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Jakarta Post

G7 countries urged to shift from coal to renewable energy

  • The Jakarta Post

    The Jakarta Post

Jakarta   /   Sun, June 7, 2015   /  06:29 pm

International Aid Agency Oxfam says the G7 leaders meeting in Germany, which began on Sunday, should focus on a shift from coal to renewable energy, which offers a safer and more cost effective alternative and the prospect of millions of new jobs around the world.

Such a move would provide impetus for the G7 not only to meet current emissions targets, but also to move closer to what was urgently needed, the agency added.

Oxfam International'€™s director of advocacy and campaigns, Celine Charveriat, said that ahead of a new climate deal due to be struck at the end of this year, G7 leaders could give the global fight against climate change the momentum it needed by shifting from coal.

'€œThis will make significant additional cuts in their emissions, create jobs and be a major step towards a safer, sustainable and prosperous future for us all,'€ she said in a release on Saturday.

Oxfam said in a recent report entitled '€œLet Them Eat Coal'€ that globally, coal was responsible for 72 percent of power-sector emissions, and while more than half of today's coal consumption is in developing countries, the scale of G7 coal burning is considerable.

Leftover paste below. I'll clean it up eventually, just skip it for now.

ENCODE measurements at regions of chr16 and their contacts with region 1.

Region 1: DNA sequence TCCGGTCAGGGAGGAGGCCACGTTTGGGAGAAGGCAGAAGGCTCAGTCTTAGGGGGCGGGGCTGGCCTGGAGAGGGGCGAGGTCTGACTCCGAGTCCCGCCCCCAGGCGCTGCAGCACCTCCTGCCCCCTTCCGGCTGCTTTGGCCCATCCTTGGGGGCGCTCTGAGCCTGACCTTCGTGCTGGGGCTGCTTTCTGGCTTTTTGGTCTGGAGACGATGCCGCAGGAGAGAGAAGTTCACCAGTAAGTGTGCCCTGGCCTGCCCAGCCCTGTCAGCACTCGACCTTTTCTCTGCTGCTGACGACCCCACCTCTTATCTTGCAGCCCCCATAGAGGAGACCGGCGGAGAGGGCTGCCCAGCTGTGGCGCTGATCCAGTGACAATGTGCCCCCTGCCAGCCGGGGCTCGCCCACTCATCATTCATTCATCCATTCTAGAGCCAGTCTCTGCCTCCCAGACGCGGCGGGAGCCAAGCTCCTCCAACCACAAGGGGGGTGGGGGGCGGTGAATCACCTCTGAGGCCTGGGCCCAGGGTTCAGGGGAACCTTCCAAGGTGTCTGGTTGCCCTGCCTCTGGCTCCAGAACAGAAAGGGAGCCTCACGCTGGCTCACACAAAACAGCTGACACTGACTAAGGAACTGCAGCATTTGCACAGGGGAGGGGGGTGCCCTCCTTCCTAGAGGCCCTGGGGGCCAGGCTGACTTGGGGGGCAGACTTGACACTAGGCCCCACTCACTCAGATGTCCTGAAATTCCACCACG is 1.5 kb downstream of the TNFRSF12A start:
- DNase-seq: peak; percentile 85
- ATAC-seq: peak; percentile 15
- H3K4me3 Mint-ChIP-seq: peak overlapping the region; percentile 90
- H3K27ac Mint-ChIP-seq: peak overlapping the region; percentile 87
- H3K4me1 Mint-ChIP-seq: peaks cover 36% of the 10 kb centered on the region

'€œIf G7 coal plants were a country, they would be the fifth-biggest emitter in the world. G7 coal plants emit double the fossil fuel emissions of Africa and ten times as much as the 48 least-developed countries,'€ the agency said.

At a congress in Copenhagen in 2009, all countries agreed to prevent warming of more than 2 degrees to avoid runaway climate change, but the world is now on track to warm by 4 degrees. Five of the G7 countries have stepped up coal burning since then: France, Italy, Japan, the UK and host nation Germany.

Oxfam'€™s report analyses the different energy mixes of each G7 country and sets out when each one can feasibly become coal-free. Country-specific plans and policies could ensure the shift from coal is achieved in France by 2020, Italy by the 2020s, the UK by 2023, Canada and the US by 2030 and Germany by 2040. (ebf)(++++)

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